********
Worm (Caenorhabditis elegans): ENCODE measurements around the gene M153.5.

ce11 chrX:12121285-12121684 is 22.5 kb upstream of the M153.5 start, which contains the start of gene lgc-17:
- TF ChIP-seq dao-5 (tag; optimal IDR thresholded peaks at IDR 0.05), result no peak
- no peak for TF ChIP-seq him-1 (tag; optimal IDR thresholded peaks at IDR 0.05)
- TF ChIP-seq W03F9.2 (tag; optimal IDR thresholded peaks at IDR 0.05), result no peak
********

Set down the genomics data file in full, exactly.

Worm (Caenorhabditis elegans): ENCODE measurements around the gene M153.5.

ce11 chrX:12121285-12121684 is 22.5 kb upstream of the M153.5 start, which contains the start of gene lgc-17:
- TF ChIP-seq dao-5 (tag; optimal IDR thresholded peaks at IDR 0.05), result no peak
- no peak for TF ChIP-seq him-1 (tag; optimal IDR thresholded peaks at IDR 0.05)
- TF ChIP-seq W03F9.2 (tag; optimal IDR thresholded peaks at IDR 0.05), result no peak